The contribution of Christoph Kofler and me with the title “An exploratory study on the explicitness of user intentions in digital photo retrieval” has been accepted for publication and presentation at the I-Know ’09. Here is the abstract (the full paper will follow as soon as we have prepared the camera ready version):
Search queries are typically interpreted as specification of information need of a user. Typically the search query is either interpreted as is or based on the context of a user, being for instance a user profile, his/her previously undertaken searches or any other background information. The actual intent of the user – the goal s/he wants to achieve with information retrieval – is an important part of a user’s context. In this paper we present the results of an exploratory study on the interplay between the goals of users and their search behavior in multimedia retrieval.
This work has been supported by the SOMA project.
Yesterday and today the MEDICHI Workshop on the Methodic and Didactic Challenges of the History of Informatics takes place here at the Klagenfurt University. Yesterday Michael S. Mahoney opened the workshop with a keynote talk about the history of software. The talk of Niklaus Wirth has been read by Ann DÃ¼nki, as Niklaus Wirth couldn’t come. Both talks were very interesting and recordings will be available on the Klagenfurt University Campus TV. However Ann DÃ¼nki said something very interesting: She tried to distinguish between complex and complicated systems:
Complex systems can be defined as systems that have emergent properties, which we observe but cannot understand easily.
My question: Social Software also has emergent structures and properties. So can we define social software as complex system?
This year’s Special Track on Knowledge Organization and Semantic Technologies 2007 (KOST ’07) will be a further cool event (well I’m a chair there, if that’s no guarantee ). The special track will take place 5th September in Graz, Austria. Read the full CfP here.
Topics include but are not limited to:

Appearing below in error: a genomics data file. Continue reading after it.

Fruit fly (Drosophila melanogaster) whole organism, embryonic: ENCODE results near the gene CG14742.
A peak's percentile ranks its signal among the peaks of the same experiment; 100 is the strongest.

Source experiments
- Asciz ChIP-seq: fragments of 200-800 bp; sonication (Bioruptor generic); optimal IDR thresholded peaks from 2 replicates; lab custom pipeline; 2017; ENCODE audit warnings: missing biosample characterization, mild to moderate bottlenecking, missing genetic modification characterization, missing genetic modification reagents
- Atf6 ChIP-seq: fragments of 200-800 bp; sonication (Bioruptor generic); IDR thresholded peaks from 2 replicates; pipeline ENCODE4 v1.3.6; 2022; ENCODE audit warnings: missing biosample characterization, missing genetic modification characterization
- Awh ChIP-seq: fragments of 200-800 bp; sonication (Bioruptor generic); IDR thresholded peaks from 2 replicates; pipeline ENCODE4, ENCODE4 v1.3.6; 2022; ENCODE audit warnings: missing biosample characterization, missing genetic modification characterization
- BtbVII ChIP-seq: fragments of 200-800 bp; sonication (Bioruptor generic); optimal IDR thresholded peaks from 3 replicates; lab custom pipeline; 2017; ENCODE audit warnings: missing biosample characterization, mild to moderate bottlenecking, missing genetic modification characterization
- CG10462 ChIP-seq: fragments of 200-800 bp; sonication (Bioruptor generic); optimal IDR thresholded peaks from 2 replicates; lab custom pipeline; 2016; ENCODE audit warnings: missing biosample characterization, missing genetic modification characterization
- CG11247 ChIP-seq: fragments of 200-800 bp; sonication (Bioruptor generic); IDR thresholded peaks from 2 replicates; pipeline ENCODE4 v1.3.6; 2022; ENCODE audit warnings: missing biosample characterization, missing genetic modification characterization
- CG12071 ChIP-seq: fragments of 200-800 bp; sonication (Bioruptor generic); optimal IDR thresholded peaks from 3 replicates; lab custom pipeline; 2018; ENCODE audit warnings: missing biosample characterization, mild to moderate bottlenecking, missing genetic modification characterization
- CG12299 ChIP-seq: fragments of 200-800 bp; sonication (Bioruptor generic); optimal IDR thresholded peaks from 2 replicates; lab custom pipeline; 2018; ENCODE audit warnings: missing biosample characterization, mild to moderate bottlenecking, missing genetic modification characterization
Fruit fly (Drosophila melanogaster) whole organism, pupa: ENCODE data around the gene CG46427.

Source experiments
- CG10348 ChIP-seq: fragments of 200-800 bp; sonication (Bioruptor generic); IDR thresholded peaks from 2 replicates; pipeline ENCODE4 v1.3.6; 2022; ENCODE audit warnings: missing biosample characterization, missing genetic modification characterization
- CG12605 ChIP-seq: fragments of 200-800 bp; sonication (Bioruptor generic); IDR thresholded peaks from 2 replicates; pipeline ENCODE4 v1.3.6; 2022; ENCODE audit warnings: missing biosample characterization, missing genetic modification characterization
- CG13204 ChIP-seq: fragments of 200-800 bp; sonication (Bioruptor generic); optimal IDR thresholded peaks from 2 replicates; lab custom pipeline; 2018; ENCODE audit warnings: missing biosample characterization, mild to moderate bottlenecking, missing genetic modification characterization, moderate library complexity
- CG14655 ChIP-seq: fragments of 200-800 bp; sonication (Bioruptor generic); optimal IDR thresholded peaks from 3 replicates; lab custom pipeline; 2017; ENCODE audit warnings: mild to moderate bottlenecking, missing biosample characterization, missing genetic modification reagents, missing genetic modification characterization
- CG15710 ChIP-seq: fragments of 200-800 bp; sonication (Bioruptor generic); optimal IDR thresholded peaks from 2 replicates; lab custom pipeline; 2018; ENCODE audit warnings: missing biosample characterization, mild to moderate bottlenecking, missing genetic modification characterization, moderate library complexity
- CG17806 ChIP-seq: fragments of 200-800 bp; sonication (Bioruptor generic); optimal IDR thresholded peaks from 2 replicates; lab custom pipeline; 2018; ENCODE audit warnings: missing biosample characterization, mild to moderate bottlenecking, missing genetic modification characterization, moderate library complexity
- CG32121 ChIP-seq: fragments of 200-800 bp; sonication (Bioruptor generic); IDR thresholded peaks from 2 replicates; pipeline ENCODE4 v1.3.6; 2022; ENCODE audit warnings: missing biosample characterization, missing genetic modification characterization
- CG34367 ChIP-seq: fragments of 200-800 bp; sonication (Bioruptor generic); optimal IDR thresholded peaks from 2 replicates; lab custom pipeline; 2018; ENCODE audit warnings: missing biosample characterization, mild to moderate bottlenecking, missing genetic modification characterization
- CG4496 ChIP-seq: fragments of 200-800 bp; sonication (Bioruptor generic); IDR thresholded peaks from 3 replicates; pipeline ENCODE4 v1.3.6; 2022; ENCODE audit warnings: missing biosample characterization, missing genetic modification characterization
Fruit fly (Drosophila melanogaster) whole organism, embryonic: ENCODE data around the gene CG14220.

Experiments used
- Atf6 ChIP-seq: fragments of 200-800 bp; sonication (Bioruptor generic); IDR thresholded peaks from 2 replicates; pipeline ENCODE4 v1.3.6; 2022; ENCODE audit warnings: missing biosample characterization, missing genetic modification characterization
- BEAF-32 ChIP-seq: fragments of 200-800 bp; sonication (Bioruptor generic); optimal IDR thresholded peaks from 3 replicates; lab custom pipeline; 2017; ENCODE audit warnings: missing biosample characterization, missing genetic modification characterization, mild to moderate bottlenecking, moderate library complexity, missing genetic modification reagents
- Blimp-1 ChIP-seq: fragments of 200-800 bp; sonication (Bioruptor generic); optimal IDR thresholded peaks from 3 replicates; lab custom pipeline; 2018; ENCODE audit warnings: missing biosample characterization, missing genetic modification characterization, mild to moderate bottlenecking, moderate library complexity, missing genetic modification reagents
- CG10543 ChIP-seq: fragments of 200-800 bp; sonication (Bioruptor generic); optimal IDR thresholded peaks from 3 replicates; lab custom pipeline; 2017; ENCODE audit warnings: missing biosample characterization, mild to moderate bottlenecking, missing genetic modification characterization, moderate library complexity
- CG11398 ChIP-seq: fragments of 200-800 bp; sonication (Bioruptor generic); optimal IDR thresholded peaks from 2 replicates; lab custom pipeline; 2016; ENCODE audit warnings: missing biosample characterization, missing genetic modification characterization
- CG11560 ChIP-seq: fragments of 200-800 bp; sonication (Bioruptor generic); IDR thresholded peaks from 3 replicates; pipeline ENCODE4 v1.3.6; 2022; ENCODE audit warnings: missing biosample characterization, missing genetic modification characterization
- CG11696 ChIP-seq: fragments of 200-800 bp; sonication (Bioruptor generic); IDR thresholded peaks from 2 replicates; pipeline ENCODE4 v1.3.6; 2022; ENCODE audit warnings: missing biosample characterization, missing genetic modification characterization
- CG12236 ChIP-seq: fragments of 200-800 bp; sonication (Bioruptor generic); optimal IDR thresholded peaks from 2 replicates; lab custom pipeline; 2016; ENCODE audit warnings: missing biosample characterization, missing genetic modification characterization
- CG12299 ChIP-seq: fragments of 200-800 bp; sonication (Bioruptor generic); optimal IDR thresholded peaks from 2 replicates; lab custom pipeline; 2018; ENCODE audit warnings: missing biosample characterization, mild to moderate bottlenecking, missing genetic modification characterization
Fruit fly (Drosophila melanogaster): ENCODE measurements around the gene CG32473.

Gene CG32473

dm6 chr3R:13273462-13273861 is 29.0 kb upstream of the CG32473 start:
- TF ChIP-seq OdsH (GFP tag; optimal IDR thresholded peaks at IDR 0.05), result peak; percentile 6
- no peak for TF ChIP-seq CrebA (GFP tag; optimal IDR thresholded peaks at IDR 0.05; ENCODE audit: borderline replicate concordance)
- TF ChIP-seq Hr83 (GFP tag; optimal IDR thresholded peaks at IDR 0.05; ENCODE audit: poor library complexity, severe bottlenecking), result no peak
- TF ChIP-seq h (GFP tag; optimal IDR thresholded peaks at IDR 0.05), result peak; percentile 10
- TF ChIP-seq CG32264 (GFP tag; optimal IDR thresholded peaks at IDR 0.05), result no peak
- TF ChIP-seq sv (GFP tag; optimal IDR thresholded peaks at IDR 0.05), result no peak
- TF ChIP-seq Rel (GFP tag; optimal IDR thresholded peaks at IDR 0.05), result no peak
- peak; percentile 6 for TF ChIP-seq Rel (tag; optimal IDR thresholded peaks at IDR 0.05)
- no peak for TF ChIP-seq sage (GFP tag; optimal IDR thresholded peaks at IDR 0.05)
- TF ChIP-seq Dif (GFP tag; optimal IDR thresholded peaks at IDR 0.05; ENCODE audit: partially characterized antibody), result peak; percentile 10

- Ontology engineering and knowledge representation
- Ontologies in applied knowledge management
- Ontology powered information systems
- Information retrieval and knowledge organisation systems (KOS)
- Knowledge discovery in the Semantic Web and on the Semantic Desktop
- Modeling and retrieval of semantic metadata
- Ontology learning and extraction
- Emergent semantics & community knowledge in the web
- Folksonomies as knowledge bases
- Semantics in multimedia
Submissions are to be uploaded until 7th of April.
Yes I know … this is not about MPEG-7 and multimedia, but on the other hand its very interesting Some months ago I started to analyze the structure and usefulness of folksonomies (see here or wikipedia). Especially I was interested in methods for tag similarity computation and the extraction of structure from the chaos of tags and resources. Today I finished an interesting little project, which allows me to create a tag network out of samples taken from del.icio.us. The shown image (click to enlarge) shows a network generated from a list of popular tags from Dec. 28th 2007 in the afternoon. The color of the edges indicates the amount of similarity. Note that the used method does not result in a symmetric measure and therefore an undirected graph, but is normalized based on the source tag and is visualized as digraph.
The similarity of tags is based on the co-ocurrence analysis published by Peter Mika in Ontologies are us: A unified model of social networks and semantics. The visualization has been done with graphviz. The sample from del.icio.us has been taken by monitoring the RSS feed for recent additions.
Following Cow Paths in Bonn I did a presentation on user generated metadata in the Web 2.0. This user generated metadata (short UGM) is the result of (social) interaction in the web. I put up my slides on user generated metadata here: UGM 2006-11-17 small.pdf.
I’m here at the 2nd Symposium on Media Informatics in Bonn “Cow Paths: Agency in Social Software”. The main thing it is about is social software, but well … it has something to do with multimedia and metadata: According to Marc Smith, a sociologist from Microsoft Research, people leave traces (in bits and bytes) -> people start recording their lives in different aspects: sounds, images, videos, text, etc. Furthermore they generate a lot of patterns and metadata from their behavior. In a sense this allows more and more social studies … and it allows to infere semantics from different dimensions of user generated metadata. (see also their project netscan)
This process is discussed in length within the workshop on the symposium, which we (Armin Ulbrich and myself) are giving tomorrow … so stay tuned (we will post the slides on the portal associated to the event and give the link here to).